If you ask anyone around Hillary Clinton the question that everyone is asking, the answer comes back in a shot: The freshman Senator from New York is far too busy concentrating on her re-election in November to be giving even a passing thought to 2008. Thank you very much.
But politics is ultimately a game of logistics, and the junior Senator is putting the machinery in place for a campaign that looks far grander than a re-election cakewalk in New York. All it will need is for someone to throw the switch.
Against virtually nonexistent opposition for her Senate seat, she is raising money as though she were in the fight of her life, bringing in more than $33 million. What's left over -- which might easily be $10 million or more -- could be the seed money for a presidential campaign.
And as her husband did the year before launching his 1992 bid for the presidency, she has been putting together the intellectual pieces of a campaign agenda in a series of centrist, high-fiber speeches around energy policy, the economy, privacy and even rural issues.
Her political operation has grown to an army of 32 full-time employees, plus 10 from her Senate office who draw part of their salary there, and 13 consultants who are building, among other things, a national direct-mail operation. She recently added an Internet guru to their ranks.
And offering his services for free is the best Democratic political strategist on the planet: Bill Clinton is "thinking about [her presidential prospects] all the time," says one of Hillary's advisers. "He's thinking about it and talking to a lot of people, promoting Hillary. This is something he is very focused on."
Should Hillary run? Could Hillary win? Is this a dynasty in the making? Is a Clinton candidacy good for the republic? Normally, those would be questions that only political consultants would be asking at this stage, but given the outsize status of both Clintons, ordinary voters are already wondering the same thing.
Hillary would step into the race as the instant front runner, but the risks would be enormous. It is hard to imagine a greater vindication than seeing the second President ever impeached hold the Bible as his wife takes the oath of office.
But if Hillary ran and lost, both Clintons would come out tarnished -- no small consideration when a promising Senate career and a presidential legacy are in the balance.
So sensitive is the question of Hillary's future that both Clintons refused to let Time interview them about it, and they discouraged those around them from talking, which explains why nearly all the people who did talk did so on the condition that their name not be used.
2008 is closer than it looks
What they say is that 2008 is closer than it looks on your calendar. Whereas her husband could wait until just four months before the first caucus to make his announcement, a front-loaded presidential primary-and-caucus schedule and a growing field of contenders don't give Hillary that luxury.
Her strategists tell Time they are urging her to make her intentions clear by next spring -- by forming an exploratory committee, for instance -- to lock up fund-raising and political talent. Those close enough to know say that she is genuinely undecided but that Bill is not disguising his eagerness to see her make a bid for his old job.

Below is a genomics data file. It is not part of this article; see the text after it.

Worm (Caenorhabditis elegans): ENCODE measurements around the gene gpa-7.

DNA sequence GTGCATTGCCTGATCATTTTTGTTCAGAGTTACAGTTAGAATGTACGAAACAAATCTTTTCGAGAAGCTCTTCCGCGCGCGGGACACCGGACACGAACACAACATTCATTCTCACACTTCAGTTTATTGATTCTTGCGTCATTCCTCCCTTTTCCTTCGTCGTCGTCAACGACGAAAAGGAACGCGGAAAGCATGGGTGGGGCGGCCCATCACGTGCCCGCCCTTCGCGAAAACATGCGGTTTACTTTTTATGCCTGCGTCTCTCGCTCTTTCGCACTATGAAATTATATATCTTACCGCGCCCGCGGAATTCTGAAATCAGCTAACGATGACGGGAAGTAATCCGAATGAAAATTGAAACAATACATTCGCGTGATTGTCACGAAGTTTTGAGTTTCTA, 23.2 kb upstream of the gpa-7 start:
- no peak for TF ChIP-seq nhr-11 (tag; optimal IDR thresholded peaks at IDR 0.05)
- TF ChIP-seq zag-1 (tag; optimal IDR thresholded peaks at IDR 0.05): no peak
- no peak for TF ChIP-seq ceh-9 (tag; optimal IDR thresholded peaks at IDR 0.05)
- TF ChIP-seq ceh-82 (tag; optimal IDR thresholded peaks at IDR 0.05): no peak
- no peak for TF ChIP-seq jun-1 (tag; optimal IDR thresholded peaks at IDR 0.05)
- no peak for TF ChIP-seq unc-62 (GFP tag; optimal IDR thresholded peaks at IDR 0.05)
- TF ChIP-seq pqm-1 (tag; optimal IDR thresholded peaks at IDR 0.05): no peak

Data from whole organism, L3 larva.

"He thinks that she should run, and he's going to do everything possible to help her," says Texas insurance mogul and philanthropist Bernard Rapoport, a longtime Clinton friend and backer.
The prospect of a Hillary-for-President campaign has put much of the Democratic establishment in a bind. The early line is that Hillary would be unstoppable in a Democratic primary but unelectable in a general election.
That bet would help explain the curious political subspecies I came across frequently in reporting this story: moneymen who are lining her campaign account even as they say privately they hope she won't run.
Her strategists point out that all she would have to do in November 2008 is win every state John Kerry did, plus one. They consider Ohio and Florida her best opportunities.
And there is plenty of encouraging news for her in the latest Time poll. More than half of those surveyed -- 53% -- said they had a favorable impression of her; she registered higher than the other most familiar names in the potential Democratic field, Al Gore (49%), John Edwards (46%) and John Kerry (45%).
Clinton does best against McCain
Her negative ratings (44%) were lower than either Kerry's or Gore's. In hypothetical matchups with the preseason GOP favorite, John McCain, Hillary is the only big-name Democrat to make a real race of it, with McCain edging her by just 2 points among registered voters. By comparison, McCain would trounce Kerry by 10 points and Gore by 9.
But what those overall figures do not show is how differently Hillary is viewed in red and blue America and how familiar she already is to voters.
Other candidates may have a chance to persuade voters of their merits, but people have pretty much made up their mind about Hillary. Only 3% of those surveyed in the Time poll said they had no opinion of her, positive or negative. She is the inkblot test of a polarized electorate.
In the Time poll, Democrats overwhelmingly describe her as a strong leader (77%) who has strong moral values (69%). Republicans by and large see an opportunist who would say or do anything to further her political ambitions (68%) and puts her political interests ahead of her beliefs (60%).